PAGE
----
Hipster Hoedown: Iron vs. Bolt

Metal Machines of the 900 Class

No discussion of 900-ish-cc or so bikes would be complete without these two bad boys from Harley-Davidson and Star. For years, H-D happily owned the middleweight, not-quite-a-cruiser, retro-standard category with the Sportster, but recent examples have steadily crashed the once-exclusive club: Triumph's Bonneville, Honda's RS, and now Star's Bolt. This might come as a shock, but the Bolt and the Iron are two very similarly styled bikes. Between affordability, the ubiquity of the "peanut" tank, and the small, nimble practicality of this style of bike, it's the choice of the next generation of riders. You might also know them as hipsters.

Despite their industrial raw element-monikers, these bikes aren't really about function but rather design. Sure they look industrial, but it's a pose. If it was all about mechanical efficiency, they'd be decidedly more boxy. As it is, they aspire more to a steampunk aesthetic than a Bauhaus one; it consists of a motor wrapped in just enough stuff to make it a motorcycle then blacked out for coolness. If that is the ultimate measure of this style of bike, then the Bolt does it bigger and better; if minimalism is your thing, the Sportster's more subtle about it.

Entry or Not

Although derived from the V Star 950—where it looks right at home—the Bolt's 942cc motor looks cartoonishly huge, which is only accentuated by the skinny frame tubing. The rear head protrudes so much on the left side that Star designed a guard to keep the rider's leg off it. But kudos to Star for using a tank more akin to a vintage dirt bike, as might be the case on a 70s custom; the Bolt tank is more angular, which carries over to the whole design. Although the shapes of these two bikes strike a similar profile, the Sportster tends to rounder edges and less of them, while there are more complex polygons on the Star. With all those angles, the Bolt also has protruding circles as a design theme; the headlight is obvious, but the taillight and speedometer all sport a similar look. The smoked speedo lens is stylish, but it can also be very hard to read with any sort of glare. Other details include cutouts in the heat shields, as well as the battery box, all a contrasting dull silver, along with an accent on the air cleaner.

Helmet: Shoei J-Cruise, Jacket: AGV Sport Element Vintage, Gloves: Alpinestars SM-X, Jeans: Icon Strongarm 2 Enforcer, Boots: Tourmaster Vintage 2

It should be no surprise that with 50-plus years of development H-D's Sportster comes across as a tighter package, with the engine tucked tightly to the frame and tank. Not to diminish the appearance of the Bolt, but the Iron looks like a more premium machine, with little drop-off in quality from the more expensive Big Twins Harley makes. It's basically a blacked-out Sportster to us old-timers, but that's almost a meaningless distinction now that there's no such thing as a standard "Sportster." There are a number of nice touches, like fork boots, a side-mount license plate, and varying finishes on the classic engine, but not as many styled components as with the Bolt.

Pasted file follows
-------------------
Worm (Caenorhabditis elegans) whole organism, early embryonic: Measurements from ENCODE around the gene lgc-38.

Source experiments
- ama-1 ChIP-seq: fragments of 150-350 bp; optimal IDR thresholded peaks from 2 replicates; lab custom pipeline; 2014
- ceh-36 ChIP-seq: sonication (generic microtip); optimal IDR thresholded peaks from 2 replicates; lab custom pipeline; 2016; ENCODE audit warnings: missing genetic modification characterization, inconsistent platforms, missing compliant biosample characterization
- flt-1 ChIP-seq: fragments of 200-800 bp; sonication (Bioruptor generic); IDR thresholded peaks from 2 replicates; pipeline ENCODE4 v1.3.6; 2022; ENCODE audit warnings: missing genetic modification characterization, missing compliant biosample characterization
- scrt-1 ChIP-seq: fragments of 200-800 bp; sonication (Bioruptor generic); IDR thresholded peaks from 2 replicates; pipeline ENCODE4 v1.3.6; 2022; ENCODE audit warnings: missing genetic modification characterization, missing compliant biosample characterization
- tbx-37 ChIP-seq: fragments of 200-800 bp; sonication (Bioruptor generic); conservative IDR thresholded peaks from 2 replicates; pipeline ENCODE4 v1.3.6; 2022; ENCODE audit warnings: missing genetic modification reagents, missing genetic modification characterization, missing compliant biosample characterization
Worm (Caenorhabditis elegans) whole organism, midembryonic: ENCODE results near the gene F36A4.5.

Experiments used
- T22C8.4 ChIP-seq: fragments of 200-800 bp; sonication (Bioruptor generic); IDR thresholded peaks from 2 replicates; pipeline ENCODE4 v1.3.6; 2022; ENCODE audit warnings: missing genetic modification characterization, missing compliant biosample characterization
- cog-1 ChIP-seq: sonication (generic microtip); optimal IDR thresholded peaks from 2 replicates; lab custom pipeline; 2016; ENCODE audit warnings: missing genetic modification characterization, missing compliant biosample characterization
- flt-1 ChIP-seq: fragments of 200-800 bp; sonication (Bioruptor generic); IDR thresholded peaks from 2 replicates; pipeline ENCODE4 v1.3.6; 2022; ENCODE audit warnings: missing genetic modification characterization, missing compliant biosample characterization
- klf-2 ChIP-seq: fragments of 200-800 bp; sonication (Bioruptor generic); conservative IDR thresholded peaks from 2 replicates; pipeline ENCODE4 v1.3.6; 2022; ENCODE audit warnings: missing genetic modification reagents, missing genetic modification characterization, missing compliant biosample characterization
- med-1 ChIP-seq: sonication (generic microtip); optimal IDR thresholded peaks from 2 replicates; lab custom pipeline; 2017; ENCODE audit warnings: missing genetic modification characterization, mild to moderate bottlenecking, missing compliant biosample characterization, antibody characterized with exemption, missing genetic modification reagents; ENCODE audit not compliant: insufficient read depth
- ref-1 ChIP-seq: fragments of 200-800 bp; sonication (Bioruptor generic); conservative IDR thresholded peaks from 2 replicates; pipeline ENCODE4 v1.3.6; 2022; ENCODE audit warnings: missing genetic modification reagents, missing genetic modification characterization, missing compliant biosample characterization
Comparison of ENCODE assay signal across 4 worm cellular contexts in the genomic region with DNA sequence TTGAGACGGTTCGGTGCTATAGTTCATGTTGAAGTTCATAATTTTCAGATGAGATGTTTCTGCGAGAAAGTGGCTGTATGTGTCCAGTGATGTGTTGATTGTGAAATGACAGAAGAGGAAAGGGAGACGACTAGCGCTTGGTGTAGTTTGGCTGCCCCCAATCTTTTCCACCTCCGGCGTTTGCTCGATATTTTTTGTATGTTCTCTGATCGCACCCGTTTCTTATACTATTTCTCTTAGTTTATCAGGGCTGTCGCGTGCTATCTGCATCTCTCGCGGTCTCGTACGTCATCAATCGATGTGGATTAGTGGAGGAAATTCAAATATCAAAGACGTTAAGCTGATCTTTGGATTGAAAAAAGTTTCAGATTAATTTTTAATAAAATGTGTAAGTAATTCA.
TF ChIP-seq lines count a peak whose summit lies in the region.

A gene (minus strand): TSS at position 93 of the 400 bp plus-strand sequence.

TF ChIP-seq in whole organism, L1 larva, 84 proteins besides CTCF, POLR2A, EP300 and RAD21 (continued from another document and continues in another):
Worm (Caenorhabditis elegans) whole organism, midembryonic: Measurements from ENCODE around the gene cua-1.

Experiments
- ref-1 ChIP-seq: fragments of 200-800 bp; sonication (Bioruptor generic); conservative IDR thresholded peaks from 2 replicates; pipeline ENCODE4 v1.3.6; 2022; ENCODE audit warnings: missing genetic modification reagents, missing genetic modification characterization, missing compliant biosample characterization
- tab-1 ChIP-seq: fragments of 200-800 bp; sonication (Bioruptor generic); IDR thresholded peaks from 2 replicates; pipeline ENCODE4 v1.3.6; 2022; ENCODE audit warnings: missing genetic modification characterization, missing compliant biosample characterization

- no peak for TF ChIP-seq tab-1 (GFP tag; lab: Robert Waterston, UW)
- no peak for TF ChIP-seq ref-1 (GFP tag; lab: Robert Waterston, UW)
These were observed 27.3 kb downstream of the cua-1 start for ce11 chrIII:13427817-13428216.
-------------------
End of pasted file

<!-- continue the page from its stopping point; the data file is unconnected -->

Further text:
The engine is where the Bolt really stands apart. Aided by some extra ccs and a more modern valve train design, it simply dusts the wheezy, pushrod-propelled Iron. The Iron 883 has a nice, even powerband across its whole range, but it's never all that impressive. The Bolt's overhead-cam twin comes on strong from the bottom and, though it tapers, revs out decently well. Which is a good thing since it's geared really short, especially if you like reveling in the fat bottom-end like we do. In fact, we found top gear (fifth) comfortably accessible at just 45 mph, and second-gear starts aren't out of reach. It'll cruise at high speed, but then it just feels buzzy.

Helmet: Bell Custom 500, Jacket: Icon Brawnson, Gloves: Alpinestars Scheme, Boots: Icon Reign

The Harley is geared better for its wide band. While its ratios are also on the close side, it revs out better and with less shake, thanks to its rubber-mounted engine. The transmission engages with a hearty clunk, in marked contrast to the Star's buttery-smooth action. Braking is another area where the Bolt has a distinct advantage—in fact, we wish these brakes were on all single-disc brake Stars. The rakishly styled wave rotors probably don't have any real functional advantage, but the fact is that they have a nice bite along with great feel and power. The 883's brakes feel wooden by comparison but get the job done with enough of a firm squeeze. The Sportster now has the option of ABS, which we had on our unit, and it's a nice bit of added security on uncertain surfaces (or with inexperienced riders), but we prefer the overall action of the Bolt.